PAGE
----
How has volunteering changed the way you run?
Now I’ve experience marshalling at events I find myself thanking the marshals a lot more that I used to, even when I’m shattered if I can managed a thumbs up, a smile/ grimace I know it what it feels to be thanked and it makes the race and the experience a better one for everyone.
Volunteering has improved me as a runner, I never knew how much goes on into organising an event and volunteering at a race gives you a better idea of what goes on behind the scenes. It would be great if all runners gave volunteering a go but its not for everyone.
For what race did you volunteer?
I first volunteered at Great Notley parkrun in the summer of 2014. Despite having a complete mare, the team were friendly & what started as just wanting to help out soon developed into getting inspired to setup a parkrun event more local to me.
How did you find out about the chance to volunteer and how did you apply?
Parkrun events appeal weekly for volunteers. Simply contact the event by email or volunteer whilst at the event itself.
What options were you given? Timer, marshal, medal duty etc?
There are plenty of roles at parkrun. At Hatfield Forest we will generally introduce someone to volunteering by asking them to marshal, before progressing to finish area positions such as timekeeping, finish tokens, barcode scanning, clipboard roles. As people get more used to the various roles, many will start to have a personal preference & will ask to be assigned to a role ahead of time.
What was the day like? Early start, do one thing, move during the day, do something else? (Picking up water cups, handing out bling, manning pedestrian crossing points)?
It all depends on the parkrun event. On a weekly basis we have a setup team starting at 0700, marshals from 0815. Many runners will take on post event activities, assisting once they’ve finished running.
How was the experience? Would you do it again?
My first parkrun volunteering experience was a nightmare. Great Notley had enough marshals, but the golden rule of parkrun is to never turn away a volunteer, so I was at the top of the Hill of Doom, to high five & encourage runners as they finished the climb.
As the front runners approached the first guy asked, “Which way round?” I assumed he meant which way round the bird of freedom & it wasn’t until subsequent runners called them back that I realised they were asking which way down the hill.
All this was unfolding as Len & his core team were able to view proceedings at the bottom of the hill. I was mortified, my volunteer career likely to be done with this debut. The agitated front runners pointing to me as they finished!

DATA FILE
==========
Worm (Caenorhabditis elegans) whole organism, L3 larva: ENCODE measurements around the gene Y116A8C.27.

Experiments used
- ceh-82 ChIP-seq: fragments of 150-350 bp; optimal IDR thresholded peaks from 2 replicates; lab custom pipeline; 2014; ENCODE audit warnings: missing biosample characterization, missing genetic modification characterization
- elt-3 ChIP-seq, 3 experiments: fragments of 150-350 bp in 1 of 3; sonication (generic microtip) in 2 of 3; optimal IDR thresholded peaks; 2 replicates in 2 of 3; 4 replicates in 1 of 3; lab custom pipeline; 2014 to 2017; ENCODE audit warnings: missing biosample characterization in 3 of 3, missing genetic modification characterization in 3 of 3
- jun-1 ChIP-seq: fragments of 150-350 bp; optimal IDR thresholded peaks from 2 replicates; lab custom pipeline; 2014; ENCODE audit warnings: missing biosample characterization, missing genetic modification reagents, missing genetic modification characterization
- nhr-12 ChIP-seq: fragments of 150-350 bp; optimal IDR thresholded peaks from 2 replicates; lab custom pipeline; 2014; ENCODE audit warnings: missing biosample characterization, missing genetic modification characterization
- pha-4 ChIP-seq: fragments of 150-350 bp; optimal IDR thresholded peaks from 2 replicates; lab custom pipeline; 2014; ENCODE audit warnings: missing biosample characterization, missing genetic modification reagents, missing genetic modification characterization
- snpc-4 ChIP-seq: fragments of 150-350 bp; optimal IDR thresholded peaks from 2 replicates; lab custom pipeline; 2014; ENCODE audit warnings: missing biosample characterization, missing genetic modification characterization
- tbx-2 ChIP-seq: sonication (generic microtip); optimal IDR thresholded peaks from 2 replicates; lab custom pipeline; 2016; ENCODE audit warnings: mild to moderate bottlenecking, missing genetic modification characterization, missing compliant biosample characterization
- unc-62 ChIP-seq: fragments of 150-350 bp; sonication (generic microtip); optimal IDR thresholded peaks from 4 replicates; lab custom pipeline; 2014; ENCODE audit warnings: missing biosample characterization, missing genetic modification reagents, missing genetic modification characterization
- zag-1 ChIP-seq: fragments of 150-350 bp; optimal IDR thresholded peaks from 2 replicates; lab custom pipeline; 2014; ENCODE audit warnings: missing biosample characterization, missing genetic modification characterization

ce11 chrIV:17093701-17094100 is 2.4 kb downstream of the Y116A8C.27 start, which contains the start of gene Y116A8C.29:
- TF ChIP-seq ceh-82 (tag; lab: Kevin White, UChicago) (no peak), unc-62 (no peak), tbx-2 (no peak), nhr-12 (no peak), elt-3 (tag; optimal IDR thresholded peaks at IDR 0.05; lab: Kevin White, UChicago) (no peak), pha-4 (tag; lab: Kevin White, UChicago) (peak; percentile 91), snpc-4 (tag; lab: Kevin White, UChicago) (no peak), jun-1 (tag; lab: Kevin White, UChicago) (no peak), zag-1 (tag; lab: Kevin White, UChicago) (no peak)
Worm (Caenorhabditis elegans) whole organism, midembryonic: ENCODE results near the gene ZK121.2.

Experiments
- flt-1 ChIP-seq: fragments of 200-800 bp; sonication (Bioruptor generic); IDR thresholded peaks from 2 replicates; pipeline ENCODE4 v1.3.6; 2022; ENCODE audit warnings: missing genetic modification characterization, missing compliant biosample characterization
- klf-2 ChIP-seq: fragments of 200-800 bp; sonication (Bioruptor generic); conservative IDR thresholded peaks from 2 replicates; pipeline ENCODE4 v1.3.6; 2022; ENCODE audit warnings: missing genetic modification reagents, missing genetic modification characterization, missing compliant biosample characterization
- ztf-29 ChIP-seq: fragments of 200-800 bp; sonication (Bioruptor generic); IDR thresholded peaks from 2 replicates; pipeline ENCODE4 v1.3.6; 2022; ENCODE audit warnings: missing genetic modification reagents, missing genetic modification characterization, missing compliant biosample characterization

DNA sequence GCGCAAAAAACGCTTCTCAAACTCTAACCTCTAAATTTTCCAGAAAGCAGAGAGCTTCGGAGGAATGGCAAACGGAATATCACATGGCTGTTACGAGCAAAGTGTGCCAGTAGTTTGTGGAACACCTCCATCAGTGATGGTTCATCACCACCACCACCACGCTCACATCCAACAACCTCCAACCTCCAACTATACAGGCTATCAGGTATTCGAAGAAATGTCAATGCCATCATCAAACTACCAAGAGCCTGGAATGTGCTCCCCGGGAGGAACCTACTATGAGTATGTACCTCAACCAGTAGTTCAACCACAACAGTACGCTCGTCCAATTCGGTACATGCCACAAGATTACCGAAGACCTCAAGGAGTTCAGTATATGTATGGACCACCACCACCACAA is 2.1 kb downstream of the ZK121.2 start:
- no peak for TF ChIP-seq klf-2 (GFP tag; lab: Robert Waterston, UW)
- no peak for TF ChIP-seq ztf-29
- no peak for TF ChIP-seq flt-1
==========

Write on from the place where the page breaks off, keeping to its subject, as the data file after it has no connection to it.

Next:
As I made my way down the hill, Len couldn’t have been friendlier, mistakes happen after all. I soon sought out those runners I’d inadvertently misdirected & apologised profusely, they’d calmed down & were fine.
I learnt a couple of important lessons that served me well for my Event Director career. Position yourself properly & never assume that the runners have listened to any pre run briefings! It also held me in good stead for when a similar incident happened at the forest. Mistakes do occur & you have to remember that everyone is a volunteer, no one intentionally gets something wrong.
I now have the privilege of being a parkrun Event Director & my role as a volunteer has evolved. Every six weeks I take charge on a Saturday, the rest of the weeks being covered by the core team we have formed at the Forest. Where parkrun stops for many people by 10pm on a Saturday, I’ll often find myself working behind the scenes on course design (we have 5 different courses in use at the Forest), paperwork & liaising with parkrun UK, plus staying in regular contact with our National Trust landlords to ensure our event remains sustainable within an area of outstanding natural beauty.
Had that nightmare first volunteering experience not been instantly forgiven by the Great Notley team (though they often offer to come and marshal at the forest to misdirect people!) then I doubt there would be a parkrun at Hatfield Forest by now. Volunteering inspired me & setting up an event from scratch is one of my proudest achievements.
What did you get for it? Pay, free race entry, lunch, tshirt? A medal.
After 25 different voluntary occasions you become eligible for the parkrun v25 shirt. Having not volunteered before reaching the parkrun 50 club, to earn the v25 within a year was a very proud moment.
Would you recommend volunteering?
Absolutely. parkrun is a community event & running is only one aspect of it. By volunteering you get to see the other side of parkrun, be it setting up the course in a stunning forest at 7am, or welcoming back runners as they finish & you scan their barcodes.
My Two Penneth
By Darren @RunnersKnees
I take my hat off to the guys above. I have not, as yet, volunteered to marshal a race. I have volunteered at Hampstead Heath Parkrun on numerous occasions. When it comes to parkrun you have options. When you volunteer there is a finite amount of roles you and take.
When you sign up you then get an email asking for help. You are directed to a link where you can see who have already volunteered and the jobs that are free from timer, to route marshal, to finish tokens and barcode scanning.
My personal favourite is the Tail runner, not to be mercenary about it, but you do get both a runner credit and a volunteer credit for running it. I do like to volunteer as it is needed. It does give you a sense of pride. But MY GOD tail running can be soul destroying if those at the back are not taking it seriously or quit halfway.
But regardless, none of the races or parkruns can happen without volunteers. So please consider volunteering, you won’t regret it.